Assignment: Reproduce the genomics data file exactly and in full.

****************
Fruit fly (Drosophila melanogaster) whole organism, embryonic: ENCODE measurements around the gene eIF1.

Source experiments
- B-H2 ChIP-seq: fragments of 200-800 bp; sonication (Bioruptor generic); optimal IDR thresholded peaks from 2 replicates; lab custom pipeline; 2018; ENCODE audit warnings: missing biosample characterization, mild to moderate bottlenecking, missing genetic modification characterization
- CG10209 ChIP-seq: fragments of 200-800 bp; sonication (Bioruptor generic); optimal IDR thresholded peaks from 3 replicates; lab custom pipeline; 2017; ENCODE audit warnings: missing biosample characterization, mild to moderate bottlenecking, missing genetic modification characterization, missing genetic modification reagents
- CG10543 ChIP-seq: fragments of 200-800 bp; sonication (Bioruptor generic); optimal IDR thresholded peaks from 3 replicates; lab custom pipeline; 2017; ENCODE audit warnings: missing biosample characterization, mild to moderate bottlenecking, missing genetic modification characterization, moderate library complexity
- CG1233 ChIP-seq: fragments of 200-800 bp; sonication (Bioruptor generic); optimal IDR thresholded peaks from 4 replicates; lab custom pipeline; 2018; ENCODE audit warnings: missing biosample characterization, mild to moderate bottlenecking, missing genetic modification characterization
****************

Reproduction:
Fruit fly (Drosophila melanogaster) whole organism, embryonic: ENCODE measurements around the gene eIF1.

Source experiments
- B-H2 ChIP-seq: fragments of 200-800 bp; sonication (Bioruptor generic); optimal IDR thresholded peaks from 2 replicates; lab custom pipeline; 2018; ENCODE audit warnings: missing biosample characterization, mild to moderate bottlenecking, missing genetic modification characterization
- CG10209 ChIP-seq: fragments of 200-800 bp; sonication (Bioruptor generic); optimal IDR thresholded peaks from 3 replicates; lab custom pipeline; 2017; ENCODE audit warnings: missing biosample characterization, mild to moderate bottlenecking, missing genetic modification characterization, missing genetic modification reagents
- CG10543 ChIP-seq: fragments of 200-800 bp; sonication (Bioruptor generic); optimal IDR thresholded peaks from 3 replicates; lab custom pipeline; 2017; ENCODE audit warnings: missing biosample characterization, mild to moderate bottlenecking, missing genetic modification characterization, moderate library complexity
- CG1233 ChIP-seq: fragments of 200-800 bp; sonication (Bioruptor generic); optimal IDR thresholded peaks from 4 replicates; lab custom pipeline; 2018; ENCODE audit warnings: missing biosample characterization, mild to moderate bottlenecking, missing genetic modification characterization